When we met up with another Australian family we managed to eat and drink our way into a 1.5 million Dong bill which worked out to be $11 AUD a head for 8 people but even the staff were surprised that we drank as much as we did and wanted to show us in the bottle crates.
Hot and extremely dry, Cambodia uses the USD for all exchanges over $1 USD and their local currency, the Riel, for amounts below. It was confusing at first but we soon got used to it and as such looked for beer at or below 1 USD.
A very busy city under a great deal of construction and so dust was everywhere. Combine the dry heat, and dusty roads and you have the perfect beer drinking climate.
Beer: Angkor beer on tap.
About it: Lager brewed in Cambodia by Cambrew/Angkor brewery. You could get this local brew in all restaurants that we frequented and found it much cheaper than buying bottled beer.
Cheapest: We got a jug for $5 USD in most restaurants, this is how they get you in the door.
Verdict: A lager that was darker and stronger than others we tried prior. Strong tasting tap beer that Winter thinks killed his liver after a week and he was sick for 3 days. Bottled beer was more expensive but not what everyone drank, they mainly just drank the tap beer in either jugs or by the glass.
After a few days Winter was ready to get out and taste the local beer again. Siem Reap is a quieter and cleaner version of Phnom Penh and you felt like getting out amongst the locals and tourists because of the almost mall like central district and the many restaurants and pubs with no cars or motorbikes flying by.
Beer: Angkor on tap again.
About it: Lager brewed in Cambodia by Cambrew/Angkor brewery.
Cheapest: You can get a glass of beer for as little as 50cents USD in Pub Street, the main eating street in the city centre.
Verdict: Winter believes the tap beer in Siem Reap was better than Phnom Penh as it was lighter and smoother. We really have no idea if we are actually drinking what they say we are drinking when it is served in a jug or glass but in Siem Reap you could see the taps on the bars in plain sight.
We also enjoyed a few green beers on tap during the St Patricks Day festivities and that tasted fine even if they were $2 USD each, we were in the moment.
We booked into Rambuttri Street just behind Khao San Road in the heart of Bangkok. This was a short three night stop before heading to Sri Lanka and we wanted to see what all the fuss was about.
Beer: Chang 630ml.
About it: Local rice based lager with 6.6% alcohol. Brewed in Bangkok by Thaibev.
Cheapest: In a pop up pub near our hotel for 40 Thai Baht, which is about $1.80 AUD.
Verdict: There are plenty of drink deals to be found in any of the many pop up bars along Rambuttri Street and Khao San Road. Once you pick one the staff will chat and invite you back each night, of course you can’t refuse. We had ice in the cups every time, to ensure your beer is cold from the first sip to the last.
We were on the Island during the hottest month of the year, April. The people were friendly and the food was cheap but not the beer. This put a dint in Winter’s beer tally but he still managed to have a few.
Beer: Lion 640ml size.
About it: Strong flavoured Lager brewed in Sri Lanka by Lion Brewery.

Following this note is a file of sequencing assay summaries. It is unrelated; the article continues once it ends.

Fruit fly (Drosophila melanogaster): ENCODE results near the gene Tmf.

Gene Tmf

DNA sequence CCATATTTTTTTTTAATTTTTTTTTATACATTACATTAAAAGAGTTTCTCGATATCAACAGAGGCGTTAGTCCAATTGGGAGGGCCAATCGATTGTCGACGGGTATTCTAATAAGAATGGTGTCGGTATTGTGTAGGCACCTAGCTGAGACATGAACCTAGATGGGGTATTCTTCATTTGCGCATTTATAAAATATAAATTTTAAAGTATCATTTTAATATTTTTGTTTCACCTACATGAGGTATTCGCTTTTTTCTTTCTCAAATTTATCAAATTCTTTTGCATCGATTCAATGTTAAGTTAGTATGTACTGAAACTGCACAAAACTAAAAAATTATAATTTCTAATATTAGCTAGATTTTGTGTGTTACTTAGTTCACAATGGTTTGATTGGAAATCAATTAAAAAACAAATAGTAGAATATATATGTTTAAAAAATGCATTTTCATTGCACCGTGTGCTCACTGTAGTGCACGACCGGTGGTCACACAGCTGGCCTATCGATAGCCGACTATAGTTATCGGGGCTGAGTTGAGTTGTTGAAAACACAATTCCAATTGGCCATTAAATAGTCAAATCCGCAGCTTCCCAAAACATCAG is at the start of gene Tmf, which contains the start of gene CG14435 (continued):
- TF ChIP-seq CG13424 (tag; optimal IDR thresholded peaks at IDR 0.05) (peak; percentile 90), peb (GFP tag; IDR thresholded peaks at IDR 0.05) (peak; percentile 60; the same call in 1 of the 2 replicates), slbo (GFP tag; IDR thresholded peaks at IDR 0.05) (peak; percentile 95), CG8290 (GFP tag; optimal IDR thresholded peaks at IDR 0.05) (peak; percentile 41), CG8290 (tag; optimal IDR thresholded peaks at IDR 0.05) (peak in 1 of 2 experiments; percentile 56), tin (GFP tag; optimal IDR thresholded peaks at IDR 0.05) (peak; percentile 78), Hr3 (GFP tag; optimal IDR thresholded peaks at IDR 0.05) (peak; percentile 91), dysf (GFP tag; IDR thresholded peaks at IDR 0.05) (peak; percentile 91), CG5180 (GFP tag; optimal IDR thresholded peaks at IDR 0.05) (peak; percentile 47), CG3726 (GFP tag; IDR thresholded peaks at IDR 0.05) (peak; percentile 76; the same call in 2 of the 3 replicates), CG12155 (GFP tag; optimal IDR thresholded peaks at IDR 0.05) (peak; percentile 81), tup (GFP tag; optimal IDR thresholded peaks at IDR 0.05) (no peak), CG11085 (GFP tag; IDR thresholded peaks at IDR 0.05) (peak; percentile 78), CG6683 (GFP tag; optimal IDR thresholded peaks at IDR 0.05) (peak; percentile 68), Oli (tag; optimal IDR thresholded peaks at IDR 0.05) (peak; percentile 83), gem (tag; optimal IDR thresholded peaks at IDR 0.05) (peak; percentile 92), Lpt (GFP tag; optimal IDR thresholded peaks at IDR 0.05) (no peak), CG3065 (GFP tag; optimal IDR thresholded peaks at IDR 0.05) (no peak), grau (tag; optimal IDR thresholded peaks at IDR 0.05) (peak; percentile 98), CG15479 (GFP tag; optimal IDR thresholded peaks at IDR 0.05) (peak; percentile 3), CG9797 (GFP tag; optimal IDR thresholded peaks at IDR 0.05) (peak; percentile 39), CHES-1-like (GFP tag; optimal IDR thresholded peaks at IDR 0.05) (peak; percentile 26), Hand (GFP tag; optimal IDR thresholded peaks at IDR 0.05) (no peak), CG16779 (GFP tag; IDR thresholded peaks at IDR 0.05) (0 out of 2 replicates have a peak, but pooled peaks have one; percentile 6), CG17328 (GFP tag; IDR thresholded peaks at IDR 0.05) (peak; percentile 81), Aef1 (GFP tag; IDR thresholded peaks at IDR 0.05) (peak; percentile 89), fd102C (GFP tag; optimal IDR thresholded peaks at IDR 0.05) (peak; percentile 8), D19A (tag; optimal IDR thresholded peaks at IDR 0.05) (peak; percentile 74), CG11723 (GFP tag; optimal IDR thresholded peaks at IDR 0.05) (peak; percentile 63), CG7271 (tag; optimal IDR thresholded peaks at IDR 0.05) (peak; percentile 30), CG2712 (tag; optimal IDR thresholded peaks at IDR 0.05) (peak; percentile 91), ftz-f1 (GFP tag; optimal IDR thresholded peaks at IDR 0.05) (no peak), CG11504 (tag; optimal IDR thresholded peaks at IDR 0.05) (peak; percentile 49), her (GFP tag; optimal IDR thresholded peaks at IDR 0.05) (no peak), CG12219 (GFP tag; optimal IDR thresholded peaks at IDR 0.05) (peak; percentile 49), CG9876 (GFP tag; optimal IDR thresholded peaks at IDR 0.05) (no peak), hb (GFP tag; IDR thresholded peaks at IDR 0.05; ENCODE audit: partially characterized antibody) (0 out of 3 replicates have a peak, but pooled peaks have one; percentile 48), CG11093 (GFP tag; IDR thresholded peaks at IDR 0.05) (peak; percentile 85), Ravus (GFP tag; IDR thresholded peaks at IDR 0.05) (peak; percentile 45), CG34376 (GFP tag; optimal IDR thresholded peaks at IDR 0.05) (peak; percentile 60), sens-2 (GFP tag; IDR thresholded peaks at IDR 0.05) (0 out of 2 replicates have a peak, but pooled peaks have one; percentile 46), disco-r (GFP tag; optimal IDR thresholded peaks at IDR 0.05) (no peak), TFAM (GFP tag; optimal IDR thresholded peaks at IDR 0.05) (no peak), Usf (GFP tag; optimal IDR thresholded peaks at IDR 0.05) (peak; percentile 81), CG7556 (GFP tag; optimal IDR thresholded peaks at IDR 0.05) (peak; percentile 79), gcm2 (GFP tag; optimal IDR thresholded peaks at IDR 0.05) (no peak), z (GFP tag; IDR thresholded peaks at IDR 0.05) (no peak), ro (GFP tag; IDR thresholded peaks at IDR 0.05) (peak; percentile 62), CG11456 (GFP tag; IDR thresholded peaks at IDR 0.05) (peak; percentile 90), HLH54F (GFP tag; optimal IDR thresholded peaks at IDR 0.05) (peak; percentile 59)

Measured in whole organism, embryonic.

Cheapest: 250 Sri Lankan Rupee in our favourite eatery, The Hut, below. This is $2.50 AUD, so not that cheap really.
Verdict: The worst beer Winter had tasted in Asia. It was only tolerable when it was extremely cold. If we headed away from the beach after a swim in the 35 plus degree heat and stopped at The Hut, the beer couldn’t taste better. But if we were looking to enjoy a drink with dinner we payed for the more expensive Carlsberg, if they had it in stock, which most times they didn’t.
There was no bottle shop or pub to take away in Unawatuna, where we stayed for nearly 3 weeks, so we were forced to buy the cheaper Lion or expensive Carlsberg, at $3 or $3.50 per 660ml bottle.
Shock horror, we landed in Trivandrum and learnt that the state is mostly dry so Winter could not get a beer at our hotel. After 8 days drying out we headed to Mumbai and then onto Delhi where we were able to get beer with dinner in some places but not all. Winter tried warm coconut beer and nearly vomited, only to find out later that it is mostly used for cooking.
Beer: Kingfisher, extra strong, 660ml.
About it: Extra strong lager brewed in India by United Breweries Group, Bangalore.
Cheapest: For only 85 Indian Rupee, about $1.70 AUD you could drink in or take away in the ‘hidden’ drinking parlours in Southern India. We stopped in and picked up a beer and wine deal for 170 Indian Rupee.
Verdict: Winter really liked Kingfisher as it was a welcome reprieve from Lion. It was a watery crisp drink that was a treat when travelling around India. In the South and in the centre, in Delhi and Jaipur beer was not readily available in hotels or restaurants. Whereas in Mumbai you could have a glass of beer with breakfast, which we did not do, honestly. The hotel staff sold us a beer secretly in Delhi and charged us 100 Rupees.
No doubt about it, beer is cheaper in Asia than in Australia. If you want to know what you are actually drinking it’s best to choose bottled beer but if you see a visible branded tap then that is also a safe bet. Other than that you can get some locally brewed beer that is light in colour, flavour and price but might not make you feel too good during or after
The big bonus with the Asian style beers is the climate that they are drunk in, it is perfect for a couple of beers on ice after a big day of site seeing or touring, really refreshing. The beautiful dishes that accompany the many beers sampled through out Asia are excellent. Highlights would be the chicken satay sticks in Singapore paired with a crisp Tiger and the kmer amok curry in Cambodia washed down with a frosted Angkor beer.
Have you had cheaper beer in Asia?
If you can tell these are all examples of drinking in restaurants with a meal, so if you have enjoyed a few cheap Asian beers and remember the price share it with us in our comments box below.